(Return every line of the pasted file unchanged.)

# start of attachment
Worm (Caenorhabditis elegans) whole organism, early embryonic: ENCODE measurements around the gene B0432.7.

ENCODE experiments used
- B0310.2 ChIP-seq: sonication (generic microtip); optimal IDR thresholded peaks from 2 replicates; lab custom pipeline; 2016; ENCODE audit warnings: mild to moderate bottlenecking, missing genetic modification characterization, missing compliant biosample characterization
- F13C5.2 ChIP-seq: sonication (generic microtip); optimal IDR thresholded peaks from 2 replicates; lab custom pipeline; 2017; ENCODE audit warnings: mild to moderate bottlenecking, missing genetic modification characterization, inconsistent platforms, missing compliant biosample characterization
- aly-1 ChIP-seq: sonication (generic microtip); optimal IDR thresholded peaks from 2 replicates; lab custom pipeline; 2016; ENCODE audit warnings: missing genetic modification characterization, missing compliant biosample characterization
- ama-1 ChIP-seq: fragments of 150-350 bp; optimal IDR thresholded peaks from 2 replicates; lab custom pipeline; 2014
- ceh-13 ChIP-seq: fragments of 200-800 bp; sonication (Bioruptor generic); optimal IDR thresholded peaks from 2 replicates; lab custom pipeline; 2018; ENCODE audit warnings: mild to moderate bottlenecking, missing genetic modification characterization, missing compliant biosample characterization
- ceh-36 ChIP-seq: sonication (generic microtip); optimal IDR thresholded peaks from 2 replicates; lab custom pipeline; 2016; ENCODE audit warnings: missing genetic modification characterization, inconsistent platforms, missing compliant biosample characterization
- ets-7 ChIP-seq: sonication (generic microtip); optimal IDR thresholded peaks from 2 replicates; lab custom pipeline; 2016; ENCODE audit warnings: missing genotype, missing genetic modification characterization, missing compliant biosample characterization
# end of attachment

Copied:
Worm (Caenorhabditis elegans) whole organism, early embryonic: ENCODE measurements around the gene B0432.7.

ENCODE experiments used
- B0310.2 ChIP-seq: sonication (generic microtip); optimal IDR thresholded peaks from 2 replicates; lab custom pipeline; 2016; ENCODE audit warnings: mild to moderate bottlenecking, missing genetic modification characterization, missing compliant biosample characterization
- F13C5.2 ChIP-seq: sonication (generic microtip); optimal IDR thresholded peaks from 2 replicates; lab custom pipeline; 2017; ENCODE audit warnings: mild to moderate bottlenecking, missing genetic modification characterization, inconsistent platforms, missing compliant biosample characterization
- aly-1 ChIP-seq: sonication (generic microtip); optimal IDR thresholded peaks from 2 replicates; lab custom pipeline; 2016; ENCODE audit warnings: missing genetic modification characterization, missing compliant biosample characterization
- ama-1 ChIP-seq: fragments of 150-350 bp; optimal IDR thresholded peaks from 2 replicates; lab custom pipeline; 2014
- ceh-13 ChIP-seq: fragments of 200-800 bp; sonication (Bioruptor generic); optimal IDR thresholded peaks from 2 replicates; lab custom pipeline; 2018; ENCODE audit warnings: mild to moderate bottlenecking, missing genetic modification characterization, missing compliant biosample characterization
- ceh-36 ChIP-seq: sonication (generic microtip); optimal IDR thresholded peaks from 2 replicates; lab custom pipeline; 2016; ENCODE audit warnings: missing genetic modification characterization, inconsistent platforms, missing compliant biosample characterization
- ets-7 ChIP-seq: sonication (generic microtip); optimal IDR thresholded peaks from 2 replicates; lab custom pipeline; 2016; ENCODE audit warnings: missing genotype, missing genetic modification characterization, missing compliant biosample characterization